I'm reading Wong 'Introductory Nuclear Physics' and in chapter 3-1 he writes that "For the deuteron, it is known that the parity is positive. Let us see what we can learn from this piece of experimental information."

My question is, how is it known that the parity of the deuteron is positive? He is indicating that it is measured experimentally, what observable would indicate positive or negative parity?

I know that the intrinsic parity of the quarks are positive and anti-quarks are negative, which would directly lead to the parity of the proton/neutron system to be positive, but quarks weren't discovered until some time after the deuteron. Is there a way to measure parity in an experiment without going back to some theoretical declaration?

P.S. any recommendations for good graduate level nuclear physics textbooks?


1 Answer 1


Before quarks were discovered, the intrinsic parities of the proton and neutron were positive by convention. After quarks were discovered, the intrinsic parity of hadrons could be derived from their quark structure and the intrinsic parity of quarks. The convention that quarks have positive parity was chosen because that is the convention that keeps the proton and neutron parities positive in agreement with the earlier convention.

Since the proton and neutron have positive parity, the parity of the deuteron is $(-1)^L$, where $L$ is the proton-neutron orbital angular momentum. As Bethe calculated as far back as 1940, the deuteron ground state is mostly L=0 with a bit of L=2, so the deuteron has positive parity. (The strong interactions that bind the deuteron can only mix states with the same parity.)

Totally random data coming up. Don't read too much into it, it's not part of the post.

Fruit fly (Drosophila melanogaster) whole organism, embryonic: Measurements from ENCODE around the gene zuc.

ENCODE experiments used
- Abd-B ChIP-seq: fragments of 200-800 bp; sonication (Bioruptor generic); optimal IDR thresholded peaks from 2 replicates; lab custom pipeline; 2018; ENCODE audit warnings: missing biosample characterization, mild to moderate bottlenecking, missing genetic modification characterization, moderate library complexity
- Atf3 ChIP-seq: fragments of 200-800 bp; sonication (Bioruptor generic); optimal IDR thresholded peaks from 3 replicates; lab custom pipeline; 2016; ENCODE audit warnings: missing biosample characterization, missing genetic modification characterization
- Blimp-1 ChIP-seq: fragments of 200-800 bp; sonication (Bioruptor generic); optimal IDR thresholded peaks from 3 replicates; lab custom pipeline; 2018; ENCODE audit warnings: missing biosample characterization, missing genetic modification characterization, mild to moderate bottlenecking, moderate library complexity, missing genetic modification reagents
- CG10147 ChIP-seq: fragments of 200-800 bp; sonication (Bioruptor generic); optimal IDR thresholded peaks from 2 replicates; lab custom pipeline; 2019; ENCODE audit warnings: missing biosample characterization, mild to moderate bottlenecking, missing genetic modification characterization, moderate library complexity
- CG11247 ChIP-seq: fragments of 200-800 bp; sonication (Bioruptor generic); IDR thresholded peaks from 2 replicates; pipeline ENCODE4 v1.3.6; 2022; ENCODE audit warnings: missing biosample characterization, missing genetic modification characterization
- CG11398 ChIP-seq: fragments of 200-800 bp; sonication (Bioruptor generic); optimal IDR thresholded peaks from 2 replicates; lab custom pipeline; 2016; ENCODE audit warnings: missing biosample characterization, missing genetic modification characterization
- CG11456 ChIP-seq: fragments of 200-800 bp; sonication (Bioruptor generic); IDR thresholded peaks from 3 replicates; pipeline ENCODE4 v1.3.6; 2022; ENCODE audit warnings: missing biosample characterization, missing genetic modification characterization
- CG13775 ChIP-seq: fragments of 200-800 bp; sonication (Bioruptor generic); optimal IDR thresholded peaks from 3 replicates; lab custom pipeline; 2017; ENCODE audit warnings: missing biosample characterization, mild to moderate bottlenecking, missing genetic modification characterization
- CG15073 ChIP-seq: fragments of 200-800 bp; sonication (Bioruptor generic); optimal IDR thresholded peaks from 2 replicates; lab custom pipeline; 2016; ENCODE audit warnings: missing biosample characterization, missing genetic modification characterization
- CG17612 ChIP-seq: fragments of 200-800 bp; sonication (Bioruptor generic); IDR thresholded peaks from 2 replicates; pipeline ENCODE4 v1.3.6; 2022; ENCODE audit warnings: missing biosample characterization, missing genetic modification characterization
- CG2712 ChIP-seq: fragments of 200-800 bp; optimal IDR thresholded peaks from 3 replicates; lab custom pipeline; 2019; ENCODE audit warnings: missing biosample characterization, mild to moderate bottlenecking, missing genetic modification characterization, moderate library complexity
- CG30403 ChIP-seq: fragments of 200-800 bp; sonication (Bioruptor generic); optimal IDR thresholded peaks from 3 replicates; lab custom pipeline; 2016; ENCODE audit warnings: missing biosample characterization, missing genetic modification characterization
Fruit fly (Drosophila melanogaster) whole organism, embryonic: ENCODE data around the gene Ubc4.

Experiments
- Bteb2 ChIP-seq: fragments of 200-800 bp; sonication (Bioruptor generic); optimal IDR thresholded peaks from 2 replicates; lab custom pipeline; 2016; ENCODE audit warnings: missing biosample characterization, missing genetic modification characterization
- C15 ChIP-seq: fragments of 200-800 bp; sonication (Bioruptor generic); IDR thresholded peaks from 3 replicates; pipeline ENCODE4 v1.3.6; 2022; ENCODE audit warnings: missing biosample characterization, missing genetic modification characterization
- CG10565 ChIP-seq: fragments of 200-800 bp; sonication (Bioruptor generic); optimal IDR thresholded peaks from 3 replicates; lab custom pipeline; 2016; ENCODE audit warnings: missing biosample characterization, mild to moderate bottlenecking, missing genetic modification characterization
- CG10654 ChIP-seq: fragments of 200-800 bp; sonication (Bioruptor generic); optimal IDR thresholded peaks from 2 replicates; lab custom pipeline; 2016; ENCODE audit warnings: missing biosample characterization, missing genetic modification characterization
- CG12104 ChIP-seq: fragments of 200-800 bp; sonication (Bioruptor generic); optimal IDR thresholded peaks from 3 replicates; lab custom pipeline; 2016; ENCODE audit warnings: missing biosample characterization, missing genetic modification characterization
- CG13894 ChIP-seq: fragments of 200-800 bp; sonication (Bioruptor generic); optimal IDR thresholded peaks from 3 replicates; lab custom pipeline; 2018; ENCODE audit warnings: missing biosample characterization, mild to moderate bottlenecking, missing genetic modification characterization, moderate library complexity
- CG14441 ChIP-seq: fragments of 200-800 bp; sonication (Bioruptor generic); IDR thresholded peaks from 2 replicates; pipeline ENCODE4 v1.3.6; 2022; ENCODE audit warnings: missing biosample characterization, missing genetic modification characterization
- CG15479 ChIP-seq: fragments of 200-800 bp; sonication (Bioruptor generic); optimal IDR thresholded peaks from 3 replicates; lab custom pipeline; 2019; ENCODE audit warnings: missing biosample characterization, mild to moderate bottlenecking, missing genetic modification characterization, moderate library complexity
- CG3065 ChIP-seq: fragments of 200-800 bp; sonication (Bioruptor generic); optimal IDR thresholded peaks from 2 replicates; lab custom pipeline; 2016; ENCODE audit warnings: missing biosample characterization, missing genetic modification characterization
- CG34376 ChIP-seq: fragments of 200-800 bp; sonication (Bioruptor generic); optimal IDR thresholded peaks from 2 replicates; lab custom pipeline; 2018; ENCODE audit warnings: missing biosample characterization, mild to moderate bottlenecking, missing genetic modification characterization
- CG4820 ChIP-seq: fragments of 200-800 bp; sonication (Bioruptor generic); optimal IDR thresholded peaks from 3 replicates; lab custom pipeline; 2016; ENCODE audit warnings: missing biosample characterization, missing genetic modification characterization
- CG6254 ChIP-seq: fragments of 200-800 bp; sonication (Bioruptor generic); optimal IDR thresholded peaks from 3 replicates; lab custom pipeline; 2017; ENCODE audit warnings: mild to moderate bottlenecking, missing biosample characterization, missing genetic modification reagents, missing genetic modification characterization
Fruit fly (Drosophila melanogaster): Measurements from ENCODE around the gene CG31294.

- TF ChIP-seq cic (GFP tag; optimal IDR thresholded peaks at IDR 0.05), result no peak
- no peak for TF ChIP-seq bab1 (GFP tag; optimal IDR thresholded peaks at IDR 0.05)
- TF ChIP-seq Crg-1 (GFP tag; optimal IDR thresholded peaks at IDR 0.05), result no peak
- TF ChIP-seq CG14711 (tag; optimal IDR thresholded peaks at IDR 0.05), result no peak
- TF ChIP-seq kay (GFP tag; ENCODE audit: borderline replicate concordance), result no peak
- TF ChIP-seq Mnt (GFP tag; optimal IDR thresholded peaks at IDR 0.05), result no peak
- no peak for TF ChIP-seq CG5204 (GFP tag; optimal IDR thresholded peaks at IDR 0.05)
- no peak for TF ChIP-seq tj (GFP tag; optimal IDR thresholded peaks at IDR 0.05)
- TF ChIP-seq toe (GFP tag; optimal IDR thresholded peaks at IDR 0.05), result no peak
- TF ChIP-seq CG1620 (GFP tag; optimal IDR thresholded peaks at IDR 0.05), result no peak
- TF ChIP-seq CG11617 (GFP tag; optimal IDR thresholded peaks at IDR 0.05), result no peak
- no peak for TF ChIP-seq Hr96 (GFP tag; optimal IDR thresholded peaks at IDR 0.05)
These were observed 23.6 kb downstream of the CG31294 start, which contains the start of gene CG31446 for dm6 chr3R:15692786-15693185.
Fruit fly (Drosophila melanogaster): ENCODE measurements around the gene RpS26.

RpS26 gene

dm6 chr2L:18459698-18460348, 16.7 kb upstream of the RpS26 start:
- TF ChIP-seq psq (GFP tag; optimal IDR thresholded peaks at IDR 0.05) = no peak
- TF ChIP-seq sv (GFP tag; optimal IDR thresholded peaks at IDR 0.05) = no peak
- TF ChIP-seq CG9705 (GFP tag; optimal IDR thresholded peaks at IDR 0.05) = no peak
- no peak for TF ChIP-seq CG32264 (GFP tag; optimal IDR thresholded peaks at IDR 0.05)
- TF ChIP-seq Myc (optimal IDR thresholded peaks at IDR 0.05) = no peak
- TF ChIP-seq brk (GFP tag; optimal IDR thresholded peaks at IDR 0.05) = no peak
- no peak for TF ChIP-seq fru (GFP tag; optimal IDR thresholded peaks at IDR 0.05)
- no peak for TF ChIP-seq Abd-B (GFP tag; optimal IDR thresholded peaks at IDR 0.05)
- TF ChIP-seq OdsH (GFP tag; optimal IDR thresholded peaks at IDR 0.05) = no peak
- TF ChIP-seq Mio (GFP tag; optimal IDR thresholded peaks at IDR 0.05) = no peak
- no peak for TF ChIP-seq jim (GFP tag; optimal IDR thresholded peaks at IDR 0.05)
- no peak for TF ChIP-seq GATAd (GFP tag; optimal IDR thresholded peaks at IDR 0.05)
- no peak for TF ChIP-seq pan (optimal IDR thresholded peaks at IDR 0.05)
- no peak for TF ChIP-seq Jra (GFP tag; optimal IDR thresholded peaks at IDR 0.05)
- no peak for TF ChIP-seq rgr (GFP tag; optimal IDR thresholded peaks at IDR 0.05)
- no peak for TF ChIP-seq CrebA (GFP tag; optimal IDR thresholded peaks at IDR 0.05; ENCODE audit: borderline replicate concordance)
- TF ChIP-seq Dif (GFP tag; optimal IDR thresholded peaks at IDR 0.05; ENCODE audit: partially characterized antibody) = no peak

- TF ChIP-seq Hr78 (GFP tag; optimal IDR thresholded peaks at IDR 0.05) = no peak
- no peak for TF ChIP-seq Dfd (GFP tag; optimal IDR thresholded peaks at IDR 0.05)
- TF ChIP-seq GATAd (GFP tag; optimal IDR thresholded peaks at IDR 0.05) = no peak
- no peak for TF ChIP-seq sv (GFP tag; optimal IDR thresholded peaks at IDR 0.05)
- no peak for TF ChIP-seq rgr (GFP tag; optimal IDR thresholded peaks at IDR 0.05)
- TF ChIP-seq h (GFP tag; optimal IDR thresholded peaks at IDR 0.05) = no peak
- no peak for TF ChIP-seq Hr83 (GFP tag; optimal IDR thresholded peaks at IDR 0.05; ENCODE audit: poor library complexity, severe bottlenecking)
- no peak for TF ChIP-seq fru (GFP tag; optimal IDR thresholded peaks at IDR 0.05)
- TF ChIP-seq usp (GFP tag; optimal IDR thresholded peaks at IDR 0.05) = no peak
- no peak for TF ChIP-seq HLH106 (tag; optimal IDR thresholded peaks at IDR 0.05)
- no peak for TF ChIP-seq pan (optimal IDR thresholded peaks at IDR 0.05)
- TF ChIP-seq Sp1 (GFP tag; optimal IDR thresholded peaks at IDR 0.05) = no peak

Obvious experimental evidence that the deuteron is mostly S-wave (and hence has positive parity) comes from comparing the magnetic moments of the proton, neutron, and deuteron. For an S-wave deuteron, the proton and neutron spins are aligned and we expect the magnetic moment of the deuteron to be the sum of the proton and neutron magnetic moments, i.e (2.7928 and -1.913 nuclear magnetons respectively, from The Table of Isotopes). The experimentally measured deuteron magnetic moment is 0.8574 nuclear magnetons, which agrees within 2.5% of the sum of the proton and neutron magnetic moments, with the small difference due to the small D-wave contribution to the deuteron ground state. If the proton and neutron were in a P-wave, then their spins would have to be anti-aligned, so the magnetic magnetic moment of the deuteron would be different.

More direct evidence for positive parity of the deuteron comes from scattering experiments. For example, according to Landau & Smorodinsky, p. 15, as far back as the 1950s low energy scattering of neutrons by protons was consistent with the existence of a $(1^+)^3S_1+^3D_1$ positive parity deuteron, but not consistent with a $(1^-)^1P_1$ or $(1^-)^3P_1$ negative parity deuteron. More recently, there has been much theoretical and experimental work on the tiny parity-violation effects in $n d$, $p d$, $e d$, and $\gamma d$ scattering. Since the parity violation depends on the different parity states involved, they are effectively also precision measurements of the deuteron parity.

  • 1
    $\begingroup$ As someone who spent several years working on parity violation in $np\to d\gamma$, I applaud this top-notch answer. $\endgroup$
    – rob
    Nov 24, 2023 at 4:24

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